Now, I can understand that decades ago, technology wasn’t quite what it is today. But, wow, these things were curved. I was rubbing the back against my coarse diamond stone to discover that the back of the blade only touched at the tip and right near the handle. I double – even triple checked to ensure I wasn’t trying to grind away the bolster, but no. The blade was lying as flat as I could make it…
I e-mailed Patrick Leach of Superior Tool Works to ensure I wasn’t seeing things. He and I had an exchange about the chisels and encouraged me to keep at it.
But, wow, those chisels were really out of whack.
I want to say this about Patrick and Superior Tool Works – he gets his hands one some sweet old tools, and he is a stand up guy… On his site, he writes:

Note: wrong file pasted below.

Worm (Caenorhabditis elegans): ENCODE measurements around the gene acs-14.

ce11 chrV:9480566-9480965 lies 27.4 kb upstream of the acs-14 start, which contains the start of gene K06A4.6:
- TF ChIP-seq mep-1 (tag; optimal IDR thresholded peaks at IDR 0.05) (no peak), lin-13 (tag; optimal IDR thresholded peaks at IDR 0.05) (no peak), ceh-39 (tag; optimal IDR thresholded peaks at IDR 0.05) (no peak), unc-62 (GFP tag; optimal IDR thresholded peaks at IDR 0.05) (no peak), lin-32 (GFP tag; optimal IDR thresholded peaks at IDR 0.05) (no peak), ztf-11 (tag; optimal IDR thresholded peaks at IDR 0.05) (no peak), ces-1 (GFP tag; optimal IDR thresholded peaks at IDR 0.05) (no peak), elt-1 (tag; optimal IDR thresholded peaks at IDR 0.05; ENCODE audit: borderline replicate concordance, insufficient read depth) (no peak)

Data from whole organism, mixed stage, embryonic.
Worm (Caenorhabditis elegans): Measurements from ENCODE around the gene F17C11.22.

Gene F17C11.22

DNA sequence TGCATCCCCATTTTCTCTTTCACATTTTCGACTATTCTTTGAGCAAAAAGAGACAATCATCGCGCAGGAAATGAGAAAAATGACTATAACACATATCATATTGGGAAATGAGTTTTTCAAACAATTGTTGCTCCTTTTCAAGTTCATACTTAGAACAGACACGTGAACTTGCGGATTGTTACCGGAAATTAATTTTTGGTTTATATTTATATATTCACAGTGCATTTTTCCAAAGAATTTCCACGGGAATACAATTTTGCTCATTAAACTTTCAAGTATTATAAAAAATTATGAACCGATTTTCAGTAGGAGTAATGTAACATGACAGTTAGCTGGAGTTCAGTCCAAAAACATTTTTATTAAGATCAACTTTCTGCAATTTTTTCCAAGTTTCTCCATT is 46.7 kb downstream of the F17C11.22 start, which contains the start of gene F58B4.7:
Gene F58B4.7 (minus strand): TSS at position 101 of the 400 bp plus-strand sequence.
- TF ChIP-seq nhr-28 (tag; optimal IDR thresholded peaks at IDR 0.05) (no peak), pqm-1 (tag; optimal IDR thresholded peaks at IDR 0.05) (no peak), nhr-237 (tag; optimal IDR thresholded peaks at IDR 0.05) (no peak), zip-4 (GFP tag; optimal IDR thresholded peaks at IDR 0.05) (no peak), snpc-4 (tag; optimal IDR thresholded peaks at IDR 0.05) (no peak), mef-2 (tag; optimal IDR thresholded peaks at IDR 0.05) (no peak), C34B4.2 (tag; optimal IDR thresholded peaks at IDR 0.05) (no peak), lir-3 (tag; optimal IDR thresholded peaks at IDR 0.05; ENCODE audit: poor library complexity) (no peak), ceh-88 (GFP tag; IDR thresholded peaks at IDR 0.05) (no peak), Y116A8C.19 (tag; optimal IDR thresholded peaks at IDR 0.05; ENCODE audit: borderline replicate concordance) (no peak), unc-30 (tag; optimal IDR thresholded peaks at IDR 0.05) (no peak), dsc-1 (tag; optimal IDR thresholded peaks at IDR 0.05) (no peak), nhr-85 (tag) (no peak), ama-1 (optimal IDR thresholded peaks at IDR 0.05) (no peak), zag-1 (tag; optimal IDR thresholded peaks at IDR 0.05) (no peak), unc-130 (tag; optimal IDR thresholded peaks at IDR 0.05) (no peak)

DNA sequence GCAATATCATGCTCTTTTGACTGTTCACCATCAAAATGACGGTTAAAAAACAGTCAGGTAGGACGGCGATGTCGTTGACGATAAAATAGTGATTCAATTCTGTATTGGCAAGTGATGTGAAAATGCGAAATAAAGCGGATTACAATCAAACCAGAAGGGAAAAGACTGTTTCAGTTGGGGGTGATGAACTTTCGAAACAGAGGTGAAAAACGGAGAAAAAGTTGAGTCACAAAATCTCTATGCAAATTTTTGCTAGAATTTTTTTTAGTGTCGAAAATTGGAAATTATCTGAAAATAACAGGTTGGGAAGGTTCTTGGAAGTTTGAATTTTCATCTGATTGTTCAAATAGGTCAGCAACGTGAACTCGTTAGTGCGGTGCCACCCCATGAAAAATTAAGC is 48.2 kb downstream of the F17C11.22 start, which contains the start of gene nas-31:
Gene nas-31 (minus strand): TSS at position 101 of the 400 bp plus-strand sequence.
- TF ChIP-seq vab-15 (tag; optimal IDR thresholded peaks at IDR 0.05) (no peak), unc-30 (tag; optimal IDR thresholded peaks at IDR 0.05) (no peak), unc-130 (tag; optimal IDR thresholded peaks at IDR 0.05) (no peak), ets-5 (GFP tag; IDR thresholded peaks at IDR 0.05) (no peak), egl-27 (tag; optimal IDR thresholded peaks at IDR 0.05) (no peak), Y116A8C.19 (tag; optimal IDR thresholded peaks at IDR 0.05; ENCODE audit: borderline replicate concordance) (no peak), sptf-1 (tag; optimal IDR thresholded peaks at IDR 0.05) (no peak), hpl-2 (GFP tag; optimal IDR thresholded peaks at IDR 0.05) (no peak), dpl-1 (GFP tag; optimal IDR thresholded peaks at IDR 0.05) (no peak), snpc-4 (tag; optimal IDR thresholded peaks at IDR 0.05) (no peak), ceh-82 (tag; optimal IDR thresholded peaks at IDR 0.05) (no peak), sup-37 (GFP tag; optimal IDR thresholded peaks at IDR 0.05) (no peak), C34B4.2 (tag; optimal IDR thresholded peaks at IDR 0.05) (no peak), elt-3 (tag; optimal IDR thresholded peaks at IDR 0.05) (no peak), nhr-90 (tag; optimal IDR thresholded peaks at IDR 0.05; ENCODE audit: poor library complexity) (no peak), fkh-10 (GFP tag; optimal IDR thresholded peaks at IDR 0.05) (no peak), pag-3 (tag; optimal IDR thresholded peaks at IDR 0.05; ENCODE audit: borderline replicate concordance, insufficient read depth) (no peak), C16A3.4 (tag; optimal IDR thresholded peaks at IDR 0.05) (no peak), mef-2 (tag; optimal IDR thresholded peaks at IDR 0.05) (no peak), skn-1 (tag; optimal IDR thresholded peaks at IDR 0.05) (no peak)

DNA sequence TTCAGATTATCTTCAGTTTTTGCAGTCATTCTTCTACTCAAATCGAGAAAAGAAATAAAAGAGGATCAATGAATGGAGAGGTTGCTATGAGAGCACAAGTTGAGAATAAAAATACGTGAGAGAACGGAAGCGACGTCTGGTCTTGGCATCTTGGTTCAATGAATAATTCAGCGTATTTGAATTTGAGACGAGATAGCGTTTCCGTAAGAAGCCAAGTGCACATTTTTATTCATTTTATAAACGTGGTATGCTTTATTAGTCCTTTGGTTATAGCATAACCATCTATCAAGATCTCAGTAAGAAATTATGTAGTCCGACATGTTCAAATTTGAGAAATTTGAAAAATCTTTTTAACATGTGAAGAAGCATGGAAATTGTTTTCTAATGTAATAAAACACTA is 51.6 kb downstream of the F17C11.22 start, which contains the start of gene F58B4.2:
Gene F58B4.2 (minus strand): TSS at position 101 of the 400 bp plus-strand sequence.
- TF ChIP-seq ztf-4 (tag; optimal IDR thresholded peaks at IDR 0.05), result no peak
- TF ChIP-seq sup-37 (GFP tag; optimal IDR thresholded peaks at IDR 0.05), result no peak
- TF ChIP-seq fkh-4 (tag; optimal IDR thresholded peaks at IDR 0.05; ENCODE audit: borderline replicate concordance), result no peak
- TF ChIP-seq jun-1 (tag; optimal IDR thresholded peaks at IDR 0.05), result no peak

Old tools have been an obsession now for some sixteen years, and this source has been selling old tools through the internet longer than anyone else. When you buy old tools from The Superior Works, you not only receive quality goods at fair prices, but you also get unlimited “road service” in their proper usage, tips for making them do stuff you might not imagine, advice on which is the correct or better tool for the job you have in mind, historical perspective of their design and use, construction advice from architecture to cabinetmaking (there isn’t just an anonymous merchant looking to part you from your money behind this screenful of text – much of this stuff is actually used here) and, of course, a 100% satisfaction guarantee.